Software Outsourcing Challenges: No Skin in the Game

Software Outsourcing Challenges: No Skin in the Game

This is PART 3 of a blog series that details the challenges of outsourcing software development. Go back and check PART 2: "Software Outsourcing Challenges: Buyer's Remorse".

Software development is always on the cutting edge of technological advances.

It’s the foundation that allows us to design tools that make our lives easier and stay ahead of the game. But developing is far from easy. And honestly, sometimes it requires outside help.

Even though the number of software outsourcing providers has skyrocketed in the past few years, the overall quality of work and level of customer satisfaction hasn’t.

We want to change that.

With over 15 years of experience in software development, our founding team has experience both from the perspective of an agency as well as a client.

🧭 We’ve received vague requirements (and given vague requirements).

🍒 We’ve dealt with picky customers (and been a picky customer).

🐛 We’ve complained about bugs to suppliers (and been the ones fixing bugs).

To put it simply: we’ve been on both sides of the fence. This has given us a unique perspective to understand the drivers and motivations behind clients and agencies when it comes to problems with outsourcing software development.

No Skin in the Game

The more clients a software development agency agency has, the less “skin in the game” they have toward each client.

One of the main sources of mistrust in software outsourcing is the fact that external teams appear to have less skin in the game when building a tech product than in-house stakeholders.

Or at least they are perceived that way.

In-house programmers have more to lose if things don't go well. If new features or the entire product fail, they may be yelled at, lose their jobs, or the whole company might do down. Plenty of tools to significantly boost software developer motivation. 💀

These are dire consequences.

As a software developer, you might not only lose your job. But your colleagues in project management, devops might lose their jobs too. You don’t only lose as an individual but as a tribe.

On the other hand, external developers (and agencies) seem to have slightly different incentives.

If things don’t go as well in a given project. They will simply move the developers to another project in their portfolio, or simply put them on the bench until the next project comes.

Their developers might get a slap in the wrists, but they will definitely not lose their jobs on the spot. To the agency, these developers are a valuable resource, that while it didn't work out for your needs. They can certainly be utilized for other initiatives.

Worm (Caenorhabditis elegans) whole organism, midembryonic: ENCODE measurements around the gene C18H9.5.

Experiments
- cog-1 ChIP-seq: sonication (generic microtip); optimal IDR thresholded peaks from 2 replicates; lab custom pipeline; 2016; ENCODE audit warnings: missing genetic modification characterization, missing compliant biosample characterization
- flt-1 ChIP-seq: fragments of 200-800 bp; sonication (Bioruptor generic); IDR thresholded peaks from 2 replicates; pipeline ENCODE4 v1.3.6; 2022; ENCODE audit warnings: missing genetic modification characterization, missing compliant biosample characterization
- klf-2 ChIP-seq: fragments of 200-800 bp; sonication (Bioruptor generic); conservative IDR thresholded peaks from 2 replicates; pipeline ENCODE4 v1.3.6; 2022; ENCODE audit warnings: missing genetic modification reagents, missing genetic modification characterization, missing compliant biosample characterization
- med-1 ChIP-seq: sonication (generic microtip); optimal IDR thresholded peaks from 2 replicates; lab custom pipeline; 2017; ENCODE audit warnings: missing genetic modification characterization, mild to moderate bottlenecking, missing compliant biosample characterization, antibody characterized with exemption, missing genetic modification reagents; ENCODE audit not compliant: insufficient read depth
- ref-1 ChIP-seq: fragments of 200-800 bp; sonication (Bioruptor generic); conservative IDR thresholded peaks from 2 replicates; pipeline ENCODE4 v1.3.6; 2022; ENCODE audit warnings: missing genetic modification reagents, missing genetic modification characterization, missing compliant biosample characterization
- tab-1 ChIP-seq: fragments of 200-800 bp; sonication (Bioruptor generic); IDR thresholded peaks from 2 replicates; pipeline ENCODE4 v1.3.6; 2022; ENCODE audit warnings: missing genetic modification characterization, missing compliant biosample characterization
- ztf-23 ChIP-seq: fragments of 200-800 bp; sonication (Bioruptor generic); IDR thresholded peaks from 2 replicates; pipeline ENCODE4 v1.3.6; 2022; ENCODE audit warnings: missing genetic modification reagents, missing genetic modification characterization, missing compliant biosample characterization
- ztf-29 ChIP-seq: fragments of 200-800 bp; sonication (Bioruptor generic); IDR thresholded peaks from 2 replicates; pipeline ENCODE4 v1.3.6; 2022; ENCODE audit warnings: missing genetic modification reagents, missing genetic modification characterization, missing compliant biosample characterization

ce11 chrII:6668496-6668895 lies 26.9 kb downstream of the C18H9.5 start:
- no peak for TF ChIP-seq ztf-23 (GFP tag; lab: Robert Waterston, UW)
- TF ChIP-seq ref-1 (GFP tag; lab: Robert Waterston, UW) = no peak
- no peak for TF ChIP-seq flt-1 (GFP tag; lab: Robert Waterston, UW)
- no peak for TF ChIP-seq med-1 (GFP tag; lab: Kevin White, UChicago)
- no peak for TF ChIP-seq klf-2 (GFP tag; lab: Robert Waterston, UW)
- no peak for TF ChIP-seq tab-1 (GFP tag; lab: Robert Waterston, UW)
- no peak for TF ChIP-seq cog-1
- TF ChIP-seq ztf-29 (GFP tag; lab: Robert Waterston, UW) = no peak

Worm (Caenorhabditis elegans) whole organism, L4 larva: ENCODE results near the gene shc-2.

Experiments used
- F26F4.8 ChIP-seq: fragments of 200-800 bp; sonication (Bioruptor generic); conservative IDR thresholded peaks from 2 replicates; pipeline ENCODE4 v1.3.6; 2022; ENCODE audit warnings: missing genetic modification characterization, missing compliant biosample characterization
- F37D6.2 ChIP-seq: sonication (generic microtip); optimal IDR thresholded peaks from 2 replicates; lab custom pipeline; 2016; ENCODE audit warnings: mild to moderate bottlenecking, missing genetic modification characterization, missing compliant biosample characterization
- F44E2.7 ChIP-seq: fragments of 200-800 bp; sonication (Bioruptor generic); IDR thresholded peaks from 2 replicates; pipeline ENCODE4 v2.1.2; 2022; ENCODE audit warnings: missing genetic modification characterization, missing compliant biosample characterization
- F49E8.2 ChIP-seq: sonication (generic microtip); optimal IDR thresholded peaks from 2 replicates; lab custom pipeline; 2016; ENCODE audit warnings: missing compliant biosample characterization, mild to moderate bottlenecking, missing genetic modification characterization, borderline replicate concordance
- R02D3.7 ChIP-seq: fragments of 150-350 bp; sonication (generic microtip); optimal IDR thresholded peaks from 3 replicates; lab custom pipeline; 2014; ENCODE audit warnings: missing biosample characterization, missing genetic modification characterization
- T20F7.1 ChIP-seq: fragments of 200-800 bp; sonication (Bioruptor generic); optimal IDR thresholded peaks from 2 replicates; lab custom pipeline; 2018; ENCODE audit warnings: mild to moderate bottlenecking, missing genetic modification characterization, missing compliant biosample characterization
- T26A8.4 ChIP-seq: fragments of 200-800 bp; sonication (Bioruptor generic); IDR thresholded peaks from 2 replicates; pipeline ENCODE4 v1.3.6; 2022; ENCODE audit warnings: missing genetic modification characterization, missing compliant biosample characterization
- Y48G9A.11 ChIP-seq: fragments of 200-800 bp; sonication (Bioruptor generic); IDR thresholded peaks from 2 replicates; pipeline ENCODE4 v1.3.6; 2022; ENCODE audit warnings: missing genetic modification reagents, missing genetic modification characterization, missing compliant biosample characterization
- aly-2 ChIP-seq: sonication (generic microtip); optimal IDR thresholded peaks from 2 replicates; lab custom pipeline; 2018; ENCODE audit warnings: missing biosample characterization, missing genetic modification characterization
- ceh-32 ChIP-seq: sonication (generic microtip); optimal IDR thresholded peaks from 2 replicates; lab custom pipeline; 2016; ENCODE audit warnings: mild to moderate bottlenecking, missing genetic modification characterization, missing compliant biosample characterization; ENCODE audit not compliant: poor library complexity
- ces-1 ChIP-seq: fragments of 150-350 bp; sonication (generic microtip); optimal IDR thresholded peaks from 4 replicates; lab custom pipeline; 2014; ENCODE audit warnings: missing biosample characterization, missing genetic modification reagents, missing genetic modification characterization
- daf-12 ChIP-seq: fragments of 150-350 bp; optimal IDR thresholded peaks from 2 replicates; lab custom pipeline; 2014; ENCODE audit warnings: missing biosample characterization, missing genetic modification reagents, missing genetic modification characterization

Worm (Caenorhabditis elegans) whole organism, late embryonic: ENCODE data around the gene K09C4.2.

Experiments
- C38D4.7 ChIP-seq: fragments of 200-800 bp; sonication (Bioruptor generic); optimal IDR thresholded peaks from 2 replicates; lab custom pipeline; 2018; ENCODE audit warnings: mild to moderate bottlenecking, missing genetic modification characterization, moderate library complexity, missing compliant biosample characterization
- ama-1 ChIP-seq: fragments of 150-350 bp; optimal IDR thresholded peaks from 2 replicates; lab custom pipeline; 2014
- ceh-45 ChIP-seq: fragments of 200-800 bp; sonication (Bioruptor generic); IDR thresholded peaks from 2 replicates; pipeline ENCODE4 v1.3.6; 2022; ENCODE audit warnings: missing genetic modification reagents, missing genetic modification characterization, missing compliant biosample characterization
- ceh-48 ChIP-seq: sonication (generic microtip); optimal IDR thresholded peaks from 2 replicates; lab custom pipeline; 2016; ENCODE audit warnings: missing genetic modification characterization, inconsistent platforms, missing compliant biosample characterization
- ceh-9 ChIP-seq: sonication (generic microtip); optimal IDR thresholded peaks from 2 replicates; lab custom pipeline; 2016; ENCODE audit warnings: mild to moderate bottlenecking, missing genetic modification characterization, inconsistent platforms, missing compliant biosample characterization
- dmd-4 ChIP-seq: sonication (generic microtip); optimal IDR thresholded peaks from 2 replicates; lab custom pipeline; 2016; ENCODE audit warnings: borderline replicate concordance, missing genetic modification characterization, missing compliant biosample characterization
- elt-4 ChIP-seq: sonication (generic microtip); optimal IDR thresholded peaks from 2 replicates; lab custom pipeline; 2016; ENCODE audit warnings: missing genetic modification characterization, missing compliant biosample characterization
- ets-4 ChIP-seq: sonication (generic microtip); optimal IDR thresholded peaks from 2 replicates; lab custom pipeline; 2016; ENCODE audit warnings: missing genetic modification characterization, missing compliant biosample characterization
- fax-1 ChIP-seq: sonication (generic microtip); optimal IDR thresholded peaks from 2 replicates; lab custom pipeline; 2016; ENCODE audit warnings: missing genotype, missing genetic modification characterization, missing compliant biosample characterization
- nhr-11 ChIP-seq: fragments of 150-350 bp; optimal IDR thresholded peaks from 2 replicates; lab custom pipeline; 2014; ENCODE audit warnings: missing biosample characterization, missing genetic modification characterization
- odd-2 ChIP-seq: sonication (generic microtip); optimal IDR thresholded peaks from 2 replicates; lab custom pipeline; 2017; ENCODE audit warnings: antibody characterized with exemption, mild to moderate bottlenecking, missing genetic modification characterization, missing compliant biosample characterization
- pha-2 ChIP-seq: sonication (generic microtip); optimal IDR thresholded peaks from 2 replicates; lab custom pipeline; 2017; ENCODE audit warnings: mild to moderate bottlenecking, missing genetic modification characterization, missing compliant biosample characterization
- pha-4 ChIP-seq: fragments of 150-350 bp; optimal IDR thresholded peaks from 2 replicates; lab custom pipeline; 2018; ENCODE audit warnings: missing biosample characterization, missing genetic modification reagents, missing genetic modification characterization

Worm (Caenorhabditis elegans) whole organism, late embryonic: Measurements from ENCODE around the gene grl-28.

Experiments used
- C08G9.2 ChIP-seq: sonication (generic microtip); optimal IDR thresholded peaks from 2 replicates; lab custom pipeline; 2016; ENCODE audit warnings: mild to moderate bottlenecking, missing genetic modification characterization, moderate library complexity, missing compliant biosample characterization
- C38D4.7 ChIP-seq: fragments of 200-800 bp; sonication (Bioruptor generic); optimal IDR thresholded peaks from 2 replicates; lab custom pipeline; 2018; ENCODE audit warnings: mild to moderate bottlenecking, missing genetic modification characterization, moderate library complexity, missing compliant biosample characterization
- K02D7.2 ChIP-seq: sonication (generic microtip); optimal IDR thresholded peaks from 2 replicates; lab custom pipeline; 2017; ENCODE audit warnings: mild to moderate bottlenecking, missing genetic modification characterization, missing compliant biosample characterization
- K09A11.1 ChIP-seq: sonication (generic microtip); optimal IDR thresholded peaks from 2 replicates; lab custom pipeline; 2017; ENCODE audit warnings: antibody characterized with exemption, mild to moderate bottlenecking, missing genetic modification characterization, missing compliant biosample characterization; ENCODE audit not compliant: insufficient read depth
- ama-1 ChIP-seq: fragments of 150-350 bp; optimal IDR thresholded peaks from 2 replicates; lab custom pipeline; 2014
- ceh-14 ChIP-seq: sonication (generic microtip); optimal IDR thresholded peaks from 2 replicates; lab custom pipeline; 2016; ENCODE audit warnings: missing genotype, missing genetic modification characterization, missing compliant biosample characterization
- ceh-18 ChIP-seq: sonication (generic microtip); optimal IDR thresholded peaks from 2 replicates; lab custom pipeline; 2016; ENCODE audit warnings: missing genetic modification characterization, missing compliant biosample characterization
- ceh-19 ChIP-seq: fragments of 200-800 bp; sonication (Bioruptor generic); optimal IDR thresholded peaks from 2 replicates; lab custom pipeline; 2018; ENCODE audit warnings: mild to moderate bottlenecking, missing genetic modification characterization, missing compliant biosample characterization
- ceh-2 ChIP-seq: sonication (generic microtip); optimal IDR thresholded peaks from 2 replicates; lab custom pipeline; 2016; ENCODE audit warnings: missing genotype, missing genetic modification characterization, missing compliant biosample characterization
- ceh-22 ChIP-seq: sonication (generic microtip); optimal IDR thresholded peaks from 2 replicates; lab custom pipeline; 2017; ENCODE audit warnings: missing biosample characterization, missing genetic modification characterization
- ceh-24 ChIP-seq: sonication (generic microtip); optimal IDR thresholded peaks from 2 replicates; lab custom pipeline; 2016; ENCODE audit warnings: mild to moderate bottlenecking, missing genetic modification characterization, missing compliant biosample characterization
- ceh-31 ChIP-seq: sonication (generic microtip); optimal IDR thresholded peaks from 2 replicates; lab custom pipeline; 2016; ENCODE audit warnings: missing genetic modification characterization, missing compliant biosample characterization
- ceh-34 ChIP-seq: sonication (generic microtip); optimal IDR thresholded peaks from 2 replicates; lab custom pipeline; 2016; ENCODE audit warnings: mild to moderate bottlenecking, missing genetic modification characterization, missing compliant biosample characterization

There are many other intricacies that can exist between external (outsourced) and internal software development teams. And if you want to know more, check out this video right here:

Also, if your project does not perform, the agency itself will not go down with you (in most cases). They are probably well diversified and they might have anywhere between 3 to 300 other clients like you.

HINT: The more clients an agency has, the less “skin in the game” they have toward each client project, as a loss of any one particular client will have a very small impact on the overall business.

Equity = Aligment

If you want to make your full-time developers more invested in your goals, decision-making and be more agile overall, you could give them shares as part of their overall compensation. That way the wins and losses are felt directly.

However, you could do that with agencies too.

At Softup, we receive offers to work for equity quite frequently. But there are a few things that you need to keep in mind when offering equity to an agency:

  1. Every founder has their own way of valuing their company’s worth. Sometimes an agency will agree with that valuation and sometimes not. And sometimes you decide not to work together, not because you are not a great fit, but because you didn’t agree on how much the equity is worth… which is a shame.
  2. Offering equity-only compensation, won’t work for most software engineering agencies. In the real world, if the agency would work on an equity basis ONLY, for all of their clients, they would be out of business and illiquidity in a matter of months. So this is not scalable.

But there are ways how you can make a software development agency have more skin in the game, and make sure that the external team members take both the rewards and the risks of building your software product:

  1. You could agree on a part-equity or part-cash payment. Based on agreed milestones, the agency works to earn enough cash to cover basic overhead expenses and their “profit” would materialize only in equity form in your company. It is a very popular approach among agencies.
  2. You could use a risk-free development approach, where you only pay for a given sprint if you are satisfied. If not, an agency should give you the code base, for that sprint, for free.

The risk-free model is really the closest thing to making an outside agency have skin in the game.

Think about it, if customers are not satisfied, they would not pay for the sprints. If they wouldn’t pay for any of the sprints, an agency would be out of business very fast.

When we used to work on the vendor side when we were the client, we found ourselves, in a position where, depending on the contract, we were often obliged to pay invoices even when we were unhappy, frustrated, and disappointed with the work from the agency.

So we decided to change that. 💪

In classical outsourcing, you are paying not just for the work, but for the mistakes also. A classical no-skin-in-the-game scenario.

At Softup we believe that if we get the rewards, we must also get some of the risks.

If you want to understand how that works in reality, I'd be happy to explain.

Read next: Software Outsourcing Challenges: Paying for Bad Experiences